- Control allergies as much as possible by allergen avoidance, environmental control, taking antihistamines, doing sinus rinses (neti pot), and gargling to help prevent and treat tonsillitis in allergic settings.
- Avoid irritants such as cigarette smoke and pollution, which can also lead to throat and tonsil inflammation.
- Stay indoors or wear a mask in highly polluted environments to reduce exposure to pollutants.
- Gargle with salt water not only to help soothe your irritated throat but also to fight any underlying infection or germs. Steam inhalation is not as helpful in treating tonsillitis as it is for sinusitis or upper respiratory infection.
- Tonsil stones can sometimes lead to tonsillitis. These can be avoided in the early phases by gargling after meals and using a water pick or a tip to tease out the accumulated debris.
Dietary Changes for Tonsillitis
It is recommended to avoid foods that irritate the throat. Although common sense can guide you in making the appropriate food choices, it is best to stay off hard, spicy, or acidic foods until your throat recovers.
Additionally, limit your intake of dairy as it can make your spit thicker, making swallowing difficult or uncomfortable. Alcohol and smoking can worsen the discomfort associated with swollen tonsils and should be avoided. (2)
Tonsillitis vs. Sore Throat
Sore throat means the throat hurts. The throat is made up of many structures, including the tonsils, roof of the mouth called the palate, back of the throat called the pharynx, back of the tongue, and voice box. A disease or irritation in any of these throat structures can lead to a sore throat.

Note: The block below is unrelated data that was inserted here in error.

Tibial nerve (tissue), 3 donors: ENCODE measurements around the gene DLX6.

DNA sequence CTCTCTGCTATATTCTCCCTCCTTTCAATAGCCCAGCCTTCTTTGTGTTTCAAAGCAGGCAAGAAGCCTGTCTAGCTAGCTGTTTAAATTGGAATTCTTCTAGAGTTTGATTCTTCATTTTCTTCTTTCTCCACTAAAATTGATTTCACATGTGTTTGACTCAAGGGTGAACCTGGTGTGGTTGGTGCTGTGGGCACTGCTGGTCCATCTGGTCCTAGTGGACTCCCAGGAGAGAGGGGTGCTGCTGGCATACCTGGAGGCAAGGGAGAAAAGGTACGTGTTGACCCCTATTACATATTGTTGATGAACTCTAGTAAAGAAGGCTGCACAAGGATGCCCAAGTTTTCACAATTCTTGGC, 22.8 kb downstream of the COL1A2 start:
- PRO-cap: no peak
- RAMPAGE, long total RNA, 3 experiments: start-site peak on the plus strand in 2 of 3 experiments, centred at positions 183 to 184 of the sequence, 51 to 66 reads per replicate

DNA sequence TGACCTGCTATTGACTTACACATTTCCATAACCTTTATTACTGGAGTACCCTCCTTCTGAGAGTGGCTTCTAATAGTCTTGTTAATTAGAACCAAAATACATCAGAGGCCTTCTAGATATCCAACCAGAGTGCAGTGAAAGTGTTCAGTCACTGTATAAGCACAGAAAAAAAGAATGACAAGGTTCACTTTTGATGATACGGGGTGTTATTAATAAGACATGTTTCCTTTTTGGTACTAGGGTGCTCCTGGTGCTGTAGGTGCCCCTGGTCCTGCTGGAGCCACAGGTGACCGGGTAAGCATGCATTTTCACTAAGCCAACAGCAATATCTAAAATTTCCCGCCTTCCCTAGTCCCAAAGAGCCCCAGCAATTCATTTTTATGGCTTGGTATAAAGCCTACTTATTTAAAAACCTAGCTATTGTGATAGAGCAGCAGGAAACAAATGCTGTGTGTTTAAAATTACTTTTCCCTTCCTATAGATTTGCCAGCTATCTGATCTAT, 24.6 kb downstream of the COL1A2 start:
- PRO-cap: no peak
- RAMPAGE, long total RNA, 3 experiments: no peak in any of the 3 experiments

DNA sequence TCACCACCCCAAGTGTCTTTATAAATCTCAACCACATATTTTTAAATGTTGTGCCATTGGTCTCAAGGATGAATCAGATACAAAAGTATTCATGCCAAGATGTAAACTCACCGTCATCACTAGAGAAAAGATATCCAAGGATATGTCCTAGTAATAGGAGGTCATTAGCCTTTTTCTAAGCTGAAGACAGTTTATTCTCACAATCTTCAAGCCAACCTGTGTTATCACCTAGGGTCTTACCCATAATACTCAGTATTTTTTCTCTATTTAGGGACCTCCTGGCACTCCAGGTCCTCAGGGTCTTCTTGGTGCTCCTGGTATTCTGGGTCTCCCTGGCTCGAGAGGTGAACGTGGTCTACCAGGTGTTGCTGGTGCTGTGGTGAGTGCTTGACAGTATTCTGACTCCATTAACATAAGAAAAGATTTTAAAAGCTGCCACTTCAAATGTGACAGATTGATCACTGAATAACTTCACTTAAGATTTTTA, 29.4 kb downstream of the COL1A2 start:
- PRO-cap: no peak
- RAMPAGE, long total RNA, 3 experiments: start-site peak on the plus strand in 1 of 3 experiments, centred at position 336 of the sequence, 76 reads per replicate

Tonsillitis refers more specifically to the inflammation or infection of the tonsils and is a common cause of sore throat, especially in children.
Can Tonsillitis Be a Sign of Cancer?
Tonsillitis is an infection associated with fever, pain in both tonsils (sometimes one-sided only), swollen tender glands of the neck, and malaise.
Persistent one-sided pain with an abnormal or large-looking tonsil with or without tender swollen glands of the neck should get checked for cancer by a doctor. Most classical cases of tonsillitis do not mimic cancer.
Complications Associated With Tonsillitis
Sometimes, a tonsil infection can spread beyond the tonsil and cause a peritonsillar abscess. This leads to severe one-sided pain and makes opening the jaw or swallowing difficult.
The abscess can also spread to the deeper spaces of the neck and therefore needs immediate medical attention to prevent worsening of the condition. If treatment to drain the abscess is not available or delayed, it can sometimes burst and release pus in the mouth.
Another less serious condition is the formation of tonsil stones, which are essentially trapped food in the tunnels of the tonsil. Tonsil stones mostly occur in older kids and adults and can sometimes develop pus pockets that might burst.
Tonsillitis, or inflammation in the tonsils, is a common problem, especially among children. It is vital to visit a doctor for the proper diagnosis of the cause and suitable treatment.
Since tonsillitis is generally caused by viral and bacterial infections, it is necessary to maintain hygiene to prevent its spread. Certain self-care measures, along with medications, may help relieve tonsillitis and its symptoms.